HEALTH

Enhancing local healthcare capacities

The EU is strongly committed to global health and health security and is a driving force behind efforts to prevent, respond to and mitigate the effects of major health crises. New paradigms associated with globalisation, increasing prosperity and rapid environmental change mean that the world must learn to live with the potential worldwide impact of local crises.

Recent events, such as the coronavirus pandemic, have demonstrated that pandemic readiness and response remain huge challenges, globally, regionally and nationally. “Team Europe” has put together a comprehensive package to support Indonesia’s response to the coronavirus pandemic.

The EU is strongly committed to global health and health security and is a driving force behind efforts to prevent, respond to and mitigate the effects of major health crises. New paradigms associated with globalisation, increasing prosperity and rapid environmental change mean that the world must learn to live with the potential worldwide impact of local crises.

Recent events, such as the coronavirus pandemic, have demonstrated that pandemic readiness and response remain huge challenges, globally, regionally and nationally. “Team Europe” has put together a comprehensive package to support Indonesia’s response to the coronavirus pandemic.

Indonesia has made steady progress in increasing the health and life expectancy of its population but still faces challenges in assuring the health of all its citizens, especially the poorest. In some regions, infant and child mortality rates remain high, and malnutrition severely impairs the growth of over one in three of those under five years old. With over 500,000 new or relapsed cases of tuberculosis (TB) each year, including a rising number of multi-drug resistant cases, and around 75,000 annual TB deaths, along with over 500,000 people living with HIV/AIDS, communicable diseases remain a problem. Diseases such as malaria and dengue persist, and increasing prosperity means that the burdens of chronic conditions such as cancer, cardiovascular diseases and metabolic disorders are rising.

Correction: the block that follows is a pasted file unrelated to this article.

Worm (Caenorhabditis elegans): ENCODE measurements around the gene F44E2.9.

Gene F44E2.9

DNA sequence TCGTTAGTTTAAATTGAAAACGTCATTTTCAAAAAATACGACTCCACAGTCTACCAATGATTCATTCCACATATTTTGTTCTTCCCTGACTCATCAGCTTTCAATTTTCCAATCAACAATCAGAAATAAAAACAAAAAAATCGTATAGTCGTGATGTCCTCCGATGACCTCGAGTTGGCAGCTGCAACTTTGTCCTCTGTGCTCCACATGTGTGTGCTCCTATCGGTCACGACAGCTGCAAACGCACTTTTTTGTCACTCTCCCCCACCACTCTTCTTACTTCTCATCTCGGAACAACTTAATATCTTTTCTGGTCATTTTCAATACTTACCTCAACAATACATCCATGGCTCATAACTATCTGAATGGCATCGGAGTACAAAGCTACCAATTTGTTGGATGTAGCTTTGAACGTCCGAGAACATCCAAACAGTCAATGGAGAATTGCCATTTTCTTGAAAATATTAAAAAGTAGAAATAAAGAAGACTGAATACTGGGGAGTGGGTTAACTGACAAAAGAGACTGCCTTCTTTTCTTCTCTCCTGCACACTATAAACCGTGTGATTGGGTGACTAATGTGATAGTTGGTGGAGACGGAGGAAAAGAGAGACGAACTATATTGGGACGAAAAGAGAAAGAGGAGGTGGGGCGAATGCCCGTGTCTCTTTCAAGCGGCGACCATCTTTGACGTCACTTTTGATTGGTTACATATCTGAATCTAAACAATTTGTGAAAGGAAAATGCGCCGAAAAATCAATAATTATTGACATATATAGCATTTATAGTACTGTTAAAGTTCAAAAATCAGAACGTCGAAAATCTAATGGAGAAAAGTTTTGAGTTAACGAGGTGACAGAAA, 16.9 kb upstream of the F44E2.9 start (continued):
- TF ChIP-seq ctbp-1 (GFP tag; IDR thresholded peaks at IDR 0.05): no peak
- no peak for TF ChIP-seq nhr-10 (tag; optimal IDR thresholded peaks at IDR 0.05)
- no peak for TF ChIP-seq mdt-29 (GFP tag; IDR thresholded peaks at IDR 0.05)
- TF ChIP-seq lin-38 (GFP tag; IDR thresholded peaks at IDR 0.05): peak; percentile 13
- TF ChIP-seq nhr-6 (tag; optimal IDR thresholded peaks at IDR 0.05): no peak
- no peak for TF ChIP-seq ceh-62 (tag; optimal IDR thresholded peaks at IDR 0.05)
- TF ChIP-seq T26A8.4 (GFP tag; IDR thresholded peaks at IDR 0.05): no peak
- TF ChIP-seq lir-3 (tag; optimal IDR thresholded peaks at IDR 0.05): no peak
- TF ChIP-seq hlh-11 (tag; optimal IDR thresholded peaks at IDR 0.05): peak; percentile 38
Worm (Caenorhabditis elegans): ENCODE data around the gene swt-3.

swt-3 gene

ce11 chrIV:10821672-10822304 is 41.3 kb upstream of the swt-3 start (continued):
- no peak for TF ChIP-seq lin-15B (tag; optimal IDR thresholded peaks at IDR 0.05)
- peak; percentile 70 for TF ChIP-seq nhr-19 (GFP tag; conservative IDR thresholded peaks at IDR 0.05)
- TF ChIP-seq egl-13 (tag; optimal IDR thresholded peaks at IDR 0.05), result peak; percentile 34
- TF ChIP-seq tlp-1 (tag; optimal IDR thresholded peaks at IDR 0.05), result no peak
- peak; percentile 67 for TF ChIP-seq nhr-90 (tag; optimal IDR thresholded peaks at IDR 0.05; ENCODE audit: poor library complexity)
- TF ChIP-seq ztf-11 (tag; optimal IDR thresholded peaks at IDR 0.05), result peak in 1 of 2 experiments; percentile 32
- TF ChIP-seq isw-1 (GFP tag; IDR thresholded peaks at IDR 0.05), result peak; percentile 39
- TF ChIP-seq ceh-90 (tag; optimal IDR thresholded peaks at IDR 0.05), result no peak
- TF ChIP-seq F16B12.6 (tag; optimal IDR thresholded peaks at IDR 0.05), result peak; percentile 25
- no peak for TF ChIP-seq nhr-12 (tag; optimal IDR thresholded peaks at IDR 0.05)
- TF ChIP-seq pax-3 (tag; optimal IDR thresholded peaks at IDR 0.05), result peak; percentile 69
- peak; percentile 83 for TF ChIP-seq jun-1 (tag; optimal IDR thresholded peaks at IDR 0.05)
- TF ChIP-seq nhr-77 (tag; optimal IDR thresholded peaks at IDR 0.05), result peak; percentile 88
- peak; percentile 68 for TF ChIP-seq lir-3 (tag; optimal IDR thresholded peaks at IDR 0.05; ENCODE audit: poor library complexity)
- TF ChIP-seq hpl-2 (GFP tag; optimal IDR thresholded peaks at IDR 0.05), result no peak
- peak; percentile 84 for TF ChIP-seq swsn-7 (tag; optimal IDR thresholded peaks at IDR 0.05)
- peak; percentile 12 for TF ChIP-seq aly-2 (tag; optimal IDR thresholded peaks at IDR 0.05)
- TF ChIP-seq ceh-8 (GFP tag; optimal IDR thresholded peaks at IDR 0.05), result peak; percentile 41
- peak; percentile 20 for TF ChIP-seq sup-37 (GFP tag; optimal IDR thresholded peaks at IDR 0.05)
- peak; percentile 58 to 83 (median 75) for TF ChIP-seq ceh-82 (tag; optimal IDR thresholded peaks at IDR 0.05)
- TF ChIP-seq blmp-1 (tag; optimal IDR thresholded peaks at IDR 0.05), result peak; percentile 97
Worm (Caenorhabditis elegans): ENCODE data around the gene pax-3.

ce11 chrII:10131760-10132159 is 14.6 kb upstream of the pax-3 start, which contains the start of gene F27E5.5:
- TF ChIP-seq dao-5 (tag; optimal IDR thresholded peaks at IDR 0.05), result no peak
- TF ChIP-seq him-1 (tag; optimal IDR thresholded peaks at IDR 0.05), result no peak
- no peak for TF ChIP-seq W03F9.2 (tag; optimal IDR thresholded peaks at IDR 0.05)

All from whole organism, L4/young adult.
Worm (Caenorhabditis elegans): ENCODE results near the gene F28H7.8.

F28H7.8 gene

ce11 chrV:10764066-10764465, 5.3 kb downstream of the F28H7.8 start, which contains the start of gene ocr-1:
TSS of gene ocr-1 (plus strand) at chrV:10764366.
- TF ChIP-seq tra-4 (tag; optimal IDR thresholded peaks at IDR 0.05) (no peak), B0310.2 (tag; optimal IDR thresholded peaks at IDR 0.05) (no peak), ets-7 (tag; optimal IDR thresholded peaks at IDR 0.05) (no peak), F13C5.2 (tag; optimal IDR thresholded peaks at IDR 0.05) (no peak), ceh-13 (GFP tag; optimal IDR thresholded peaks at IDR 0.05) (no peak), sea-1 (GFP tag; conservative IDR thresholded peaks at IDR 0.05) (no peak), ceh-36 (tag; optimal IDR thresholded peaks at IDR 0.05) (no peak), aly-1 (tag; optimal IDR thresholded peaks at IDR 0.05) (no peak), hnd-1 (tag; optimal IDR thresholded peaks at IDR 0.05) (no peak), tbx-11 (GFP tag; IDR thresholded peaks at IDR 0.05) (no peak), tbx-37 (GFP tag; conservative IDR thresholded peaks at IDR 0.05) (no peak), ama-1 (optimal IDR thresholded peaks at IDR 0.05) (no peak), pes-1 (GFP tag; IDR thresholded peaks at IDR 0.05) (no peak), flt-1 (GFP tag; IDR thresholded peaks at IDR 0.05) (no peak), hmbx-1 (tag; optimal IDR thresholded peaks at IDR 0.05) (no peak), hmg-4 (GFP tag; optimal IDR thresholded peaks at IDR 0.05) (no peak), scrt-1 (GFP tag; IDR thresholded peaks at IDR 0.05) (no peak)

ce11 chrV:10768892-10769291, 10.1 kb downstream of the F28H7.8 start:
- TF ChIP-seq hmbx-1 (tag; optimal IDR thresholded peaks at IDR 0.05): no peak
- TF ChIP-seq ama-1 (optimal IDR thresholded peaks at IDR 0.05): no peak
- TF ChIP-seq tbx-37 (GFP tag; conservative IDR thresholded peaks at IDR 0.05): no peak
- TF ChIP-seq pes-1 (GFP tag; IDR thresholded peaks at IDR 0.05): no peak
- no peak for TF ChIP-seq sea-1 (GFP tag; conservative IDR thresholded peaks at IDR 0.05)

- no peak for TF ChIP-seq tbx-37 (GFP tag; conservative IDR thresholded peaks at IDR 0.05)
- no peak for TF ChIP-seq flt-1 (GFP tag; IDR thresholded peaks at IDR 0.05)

Healthcare initiatives funded by the EU and its Member States support Indonesia on the control and eradication of tropical and infectious diseases, provide capacity building support to local and community-level healthcare services, contribute to efforts to reduce chronic malnutrition and stunting among children through education and training, and to improve maternal, infant and child health.

Global Fund to Fight AIDS, Tuberculosis and Malaria in Indonesia

In August 2019 at the G7 Summit in Biarritz in France, the EU announced its commitment to provide an additional €550 million to the Global Fund to Fight AIDS, Tuberculosis and Malaria (GFATM). This represents an increase of 16 percent over the EU’s previous contribution and signals Europe’s commitment to ending the three diseases by 2030. It also illustrates the EU’s determination to lead in global health and ensure that all relevant experience is applied to the coronavirus response.

The GFATM is a non-profit foundation established to build partnerships between governments, the private sector and civil society to support patients affected by these diseases. With more than 1,000 programmes in over 150 countries, the Global Fund has provided prevention, treatment and care services to hundreds of millions of people, helped strengthen local health systems and revitalise communities, and saved millions of lives.

Team Europe supports the GFATM